The NH-P1 is a niche product with particular use cases, with some drawbacks.
It's unlikely to unlock your chip's maximum potential, and it can't be paired with a hulking triple-fan enthusiast graphics card for a good reason. All of which will rule it out for many.
But what if the NH-P1 is not a CPU cooler to fit all PCs? A silent, failproof, or dust-proof design with far more capability than underpowered passive designs of the past is a massive win for PC builders limited by circumstance. And all it takes is being a little smarter about how you piece your machine together to get it all working relatively harmoniously without even a whiff of active cooling.
Read our full Noctua NH-P1 review.
Best CPU cooler FAQ
How do I choose the CPU cooler that's right for me?
If you aren't sure whether you need an air cooler or a liquid cooler, it comes down to budget and compatibility. The first thing to check is whether a cooler supports the socket on your motherboard and offers a sufficient mounting solution. Most coolers today are compatible with AMD's AM4 socket and Intel's latest LGA 1700 socket and should include the prerequisite parts to install them inside the box. However, some older coolers, perhaps second-hand ones, may not support the latest chips.
The other thing to consider is whether a cooler is sufficient for your CPU. Your CPU wastes a certain amount of energy as heat, and that needs to be dissipated effectively. A cooler does that, but some high-end processors require better cooling to keep temperatures low. Coolers often come with TDP ratings denoting what TDP of CPU they can sufficiently chill, but it's not always this straightforward. Some CPUs require larger contact points for adequate cooling, such as AMD's Threadripper chips, while Intel's 12th Gen CPUs often hit power draw much higher than their stated TDP.
Just be careful to check out what sort of chip a CPU cooler is rated to cool, especially if you're planning on overclocking.
Those on tight budgets now don't necessarily need to consider an aftermarket air cooler. Until AMD released its Wraith coolers (and then took them away again), we'd never recommend a stock cooler to any PC gamer, but they're a good stand-in when money is tight. Still, it's best to replace these with something beefier eventually, and if you have a little more spending room, liquid coolers can offer a lot more—from advanced RGB lighting to intelligent software control.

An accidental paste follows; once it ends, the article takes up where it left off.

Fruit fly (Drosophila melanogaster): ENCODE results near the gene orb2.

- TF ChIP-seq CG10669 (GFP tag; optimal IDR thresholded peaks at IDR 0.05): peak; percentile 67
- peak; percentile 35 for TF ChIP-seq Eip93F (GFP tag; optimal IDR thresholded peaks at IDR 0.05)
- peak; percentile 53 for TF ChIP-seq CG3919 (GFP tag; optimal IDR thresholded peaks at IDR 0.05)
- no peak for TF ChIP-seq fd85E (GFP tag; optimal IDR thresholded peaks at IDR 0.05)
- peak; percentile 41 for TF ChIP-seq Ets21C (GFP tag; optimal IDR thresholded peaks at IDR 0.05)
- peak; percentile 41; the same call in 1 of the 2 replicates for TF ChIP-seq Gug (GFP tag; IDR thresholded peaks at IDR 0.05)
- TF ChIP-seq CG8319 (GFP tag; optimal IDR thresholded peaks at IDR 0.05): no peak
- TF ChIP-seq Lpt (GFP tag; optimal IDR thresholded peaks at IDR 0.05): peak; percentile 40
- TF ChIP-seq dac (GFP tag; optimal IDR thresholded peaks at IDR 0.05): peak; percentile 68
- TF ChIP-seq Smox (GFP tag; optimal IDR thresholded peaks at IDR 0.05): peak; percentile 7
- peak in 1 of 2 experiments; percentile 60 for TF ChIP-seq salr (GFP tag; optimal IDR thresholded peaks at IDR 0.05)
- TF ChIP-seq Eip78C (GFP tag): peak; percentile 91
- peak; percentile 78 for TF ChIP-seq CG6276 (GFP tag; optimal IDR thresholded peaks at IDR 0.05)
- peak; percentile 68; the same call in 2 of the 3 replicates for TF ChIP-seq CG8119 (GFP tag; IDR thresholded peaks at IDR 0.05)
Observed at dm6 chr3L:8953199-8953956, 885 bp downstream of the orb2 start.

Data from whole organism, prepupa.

Some of you may be wary about putting liquid near your expensive components, but rest assured all of the coolers recommended in this guide are backed with excellent warranties that will cover you in the event of a manufacturer failure—a colossal leakage is an infrequent occurrence, anyways.
Is liquid cooling quieter than air cooling?
Generally, an all-in-one liquid CPU cooler will be quieter than an air cooler mounted directly on the processor. That's because the fans attached to the cooling radiator are generally larger and can therefore spin slower than an air cooler. The water pump is often well insulated, but there can be some noise from this part.
But there are large air coolers with big heatsinks and large fans that can compete well with the noise generation of an AIO liquid cooler. The Noctua NH-D15, for example, has two 140mm fans and is very quiet in operation. The quietest of all would be an entirely passive cooler with no moving parts whatsoever. However, those can't always cope with the hottest and most heavy CPUs.
Do I need liquid cooling if I don't overclock my CPU?
Liquid cooling can undoubtedly give your processor the thermal headroom it needs to run comfortably overclocked, but you might want an AIO in your system for other reasons. The vainest is the aesthetic—not having a huge hulking heatsink clogging up your chassis when there's a Perspex peephole to show off your components is often desirable.
That can also play into having a smaller chassis entirely. Liquid coolers can often give you the thermal performance to run a high-spec CPU in a small chassis where you can only fit a weaker, small-form air cooler.
How does liquid cooling work anyway?
The coolant passes through a closed loop via a plate attached to your CPU, and in combination with the attached radiator and fan, it cools the CPU. It's simple and a hundred times easier to install than an entire water-cooling loop.
How do you test CPU coolers?
Like most components, choosing the right CPU cooler depends on several variables, including performance requirements, case compatibility, budget restrictions, and aesthetics. We test performance using Prime95 and a mixture of modern PC games for extensive stress testing to find the best CPU coolers. Our top selections were based on thermal performance, noise, value, and overall feature sets.